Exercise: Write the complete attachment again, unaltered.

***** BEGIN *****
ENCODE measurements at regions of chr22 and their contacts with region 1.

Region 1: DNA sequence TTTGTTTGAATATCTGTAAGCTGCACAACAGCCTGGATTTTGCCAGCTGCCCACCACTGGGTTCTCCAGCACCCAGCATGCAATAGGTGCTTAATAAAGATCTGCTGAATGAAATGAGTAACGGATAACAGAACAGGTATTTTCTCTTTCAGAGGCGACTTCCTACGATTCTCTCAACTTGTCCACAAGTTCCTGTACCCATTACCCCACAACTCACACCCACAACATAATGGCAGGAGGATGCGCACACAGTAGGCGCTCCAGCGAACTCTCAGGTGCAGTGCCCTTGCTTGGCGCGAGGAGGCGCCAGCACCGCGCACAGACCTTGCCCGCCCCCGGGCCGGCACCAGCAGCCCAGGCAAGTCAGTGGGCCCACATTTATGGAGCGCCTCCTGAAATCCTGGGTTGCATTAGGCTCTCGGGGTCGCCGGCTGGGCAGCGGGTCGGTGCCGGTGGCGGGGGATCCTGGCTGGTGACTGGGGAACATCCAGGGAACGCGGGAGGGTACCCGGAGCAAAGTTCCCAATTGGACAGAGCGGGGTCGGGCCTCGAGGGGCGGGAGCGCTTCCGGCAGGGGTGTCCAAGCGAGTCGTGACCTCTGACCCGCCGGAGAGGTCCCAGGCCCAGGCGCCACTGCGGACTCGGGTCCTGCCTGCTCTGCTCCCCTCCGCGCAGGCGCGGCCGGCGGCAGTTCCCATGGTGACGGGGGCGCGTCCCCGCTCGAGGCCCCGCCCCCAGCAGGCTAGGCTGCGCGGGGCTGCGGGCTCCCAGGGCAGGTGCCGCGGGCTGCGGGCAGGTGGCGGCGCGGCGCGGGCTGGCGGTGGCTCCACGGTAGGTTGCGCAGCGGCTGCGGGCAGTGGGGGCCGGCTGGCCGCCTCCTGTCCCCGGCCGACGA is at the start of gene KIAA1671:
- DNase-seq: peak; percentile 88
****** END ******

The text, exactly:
ENCODE measurements at regions of chr22 and their contacts with region 1.

Region 1: DNA sequence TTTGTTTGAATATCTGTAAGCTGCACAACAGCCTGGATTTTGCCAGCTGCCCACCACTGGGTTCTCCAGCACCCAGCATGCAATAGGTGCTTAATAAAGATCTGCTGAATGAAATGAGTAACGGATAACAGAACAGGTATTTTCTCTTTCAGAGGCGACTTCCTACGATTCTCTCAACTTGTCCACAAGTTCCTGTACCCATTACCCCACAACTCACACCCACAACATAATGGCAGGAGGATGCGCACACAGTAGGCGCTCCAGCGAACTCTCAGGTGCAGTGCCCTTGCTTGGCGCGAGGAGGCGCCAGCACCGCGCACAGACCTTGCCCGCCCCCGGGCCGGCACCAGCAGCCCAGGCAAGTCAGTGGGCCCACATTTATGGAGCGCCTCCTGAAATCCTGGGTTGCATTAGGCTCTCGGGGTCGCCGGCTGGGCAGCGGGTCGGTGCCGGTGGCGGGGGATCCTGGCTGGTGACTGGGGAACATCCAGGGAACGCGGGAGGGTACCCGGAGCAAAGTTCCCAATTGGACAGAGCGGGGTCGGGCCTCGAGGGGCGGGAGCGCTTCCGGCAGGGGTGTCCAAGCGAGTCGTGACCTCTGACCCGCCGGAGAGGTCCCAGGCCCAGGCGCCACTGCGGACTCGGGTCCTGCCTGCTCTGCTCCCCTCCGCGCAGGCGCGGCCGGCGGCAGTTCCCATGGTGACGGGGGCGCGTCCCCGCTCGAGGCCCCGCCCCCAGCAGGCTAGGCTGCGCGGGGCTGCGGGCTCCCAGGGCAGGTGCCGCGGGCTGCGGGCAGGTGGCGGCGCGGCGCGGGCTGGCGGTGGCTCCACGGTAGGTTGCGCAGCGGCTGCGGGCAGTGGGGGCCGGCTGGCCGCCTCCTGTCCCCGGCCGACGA is at the start of gene KIAA1671:
- DNase-seq: peak; percentile 88